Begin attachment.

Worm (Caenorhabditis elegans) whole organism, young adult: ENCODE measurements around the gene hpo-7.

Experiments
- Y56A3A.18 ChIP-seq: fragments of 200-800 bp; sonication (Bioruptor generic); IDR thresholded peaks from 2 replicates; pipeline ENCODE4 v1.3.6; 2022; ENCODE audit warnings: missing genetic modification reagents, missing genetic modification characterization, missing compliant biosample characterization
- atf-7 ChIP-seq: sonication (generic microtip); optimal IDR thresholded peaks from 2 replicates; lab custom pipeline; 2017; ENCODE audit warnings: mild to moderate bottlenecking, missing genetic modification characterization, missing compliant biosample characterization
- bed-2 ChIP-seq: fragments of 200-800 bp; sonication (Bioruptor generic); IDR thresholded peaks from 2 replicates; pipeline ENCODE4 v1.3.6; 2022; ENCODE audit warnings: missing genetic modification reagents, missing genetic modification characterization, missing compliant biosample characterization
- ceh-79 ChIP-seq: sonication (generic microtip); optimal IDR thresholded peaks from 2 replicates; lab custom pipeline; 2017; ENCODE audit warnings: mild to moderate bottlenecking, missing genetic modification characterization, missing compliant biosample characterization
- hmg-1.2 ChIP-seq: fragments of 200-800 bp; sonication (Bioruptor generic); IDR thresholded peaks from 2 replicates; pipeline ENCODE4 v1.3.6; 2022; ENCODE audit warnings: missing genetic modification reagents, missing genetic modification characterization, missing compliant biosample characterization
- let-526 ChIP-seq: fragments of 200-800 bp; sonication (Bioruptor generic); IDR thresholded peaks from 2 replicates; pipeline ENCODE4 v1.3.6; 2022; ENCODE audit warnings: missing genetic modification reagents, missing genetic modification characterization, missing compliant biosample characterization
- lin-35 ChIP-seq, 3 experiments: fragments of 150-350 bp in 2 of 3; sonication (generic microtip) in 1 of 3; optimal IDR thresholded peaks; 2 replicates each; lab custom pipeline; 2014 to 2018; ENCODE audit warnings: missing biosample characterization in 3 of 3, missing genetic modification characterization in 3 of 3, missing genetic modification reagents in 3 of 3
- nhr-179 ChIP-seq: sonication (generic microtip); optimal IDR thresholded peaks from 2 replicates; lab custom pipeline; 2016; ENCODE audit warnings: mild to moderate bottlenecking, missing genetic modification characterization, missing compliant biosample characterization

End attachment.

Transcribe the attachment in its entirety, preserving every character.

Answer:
Worm (Caenorhabditis elegans) whole organism, young adult: ENCODE measurements around the gene hpo-7.

Experiments
- Y56A3A.18 ChIP-seq: fragments of 200-800 bp; sonication (Bioruptor generic); IDR thresholded peaks from 2 replicates; pipeline ENCODE4 v1.3.6; 2022; ENCODE audit warnings: missing genetic modification reagents, missing genetic modification characterization, missing compliant biosample characterization
- atf-7 ChIP-seq: sonication (generic microtip); optimal IDR thresholded peaks from 2 replicates; lab custom pipeline; 2017; ENCODE audit warnings: mild to moderate bottlenecking, missing genetic modification characterization, missing compliant biosample characterization
- bed-2 ChIP-seq: fragments of 200-800 bp; sonication (Bioruptor generic); IDR thresholded peaks from 2 replicates; pipeline ENCODE4 v1.3.6; 2022; ENCODE audit warnings: missing genetic modification reagents, missing genetic modification characterization, missing compliant biosample characterization
- ceh-79 ChIP-seq: sonication (generic microtip); optimal IDR thresholded peaks from 2 replicates; lab custom pipeline; 2017; ENCODE audit warnings: mild to moderate bottlenecking, missing genetic modification characterization, missing compliant biosample characterization
- hmg-1.2 ChIP-seq: fragments of 200-800 bp; sonication (Bioruptor generic); IDR thresholded peaks from 2 replicates; pipeline ENCODE4 v1.3.6; 2022; ENCODE audit warnings: missing genetic modification reagents, missing genetic modification characterization, missing compliant biosample characterization
- let-526 ChIP-seq: fragments of 200-800 bp; sonication (Bioruptor generic); IDR thresholded peaks from 2 replicates; pipeline ENCODE4 v1.3.6; 2022; ENCODE audit warnings: missing genetic modification reagents, missing genetic modification characterization, missing compliant biosample characterization
- lin-35 ChIP-seq, 3 experiments: fragments of 150-350 bp in 2 of 3; sonication (generic microtip) in 1 of 3; optimal IDR thresholded peaks; 2 replicates each; lab custom pipeline; 2014 to 2018; ENCODE audit warnings: missing biosample characterization in 3 of 3, missing genetic modification characterization in 3 of 3, missing genetic modification reagents in 3 of 3
- nhr-179 ChIP-seq: sonication (generic microtip); optimal IDR thresholded peaks from 2 replicates; lab custom pipeline; 2016; ENCODE audit warnings: mild to moderate bottlenecking, missing genetic modification characterization, missing compliant biosample characterization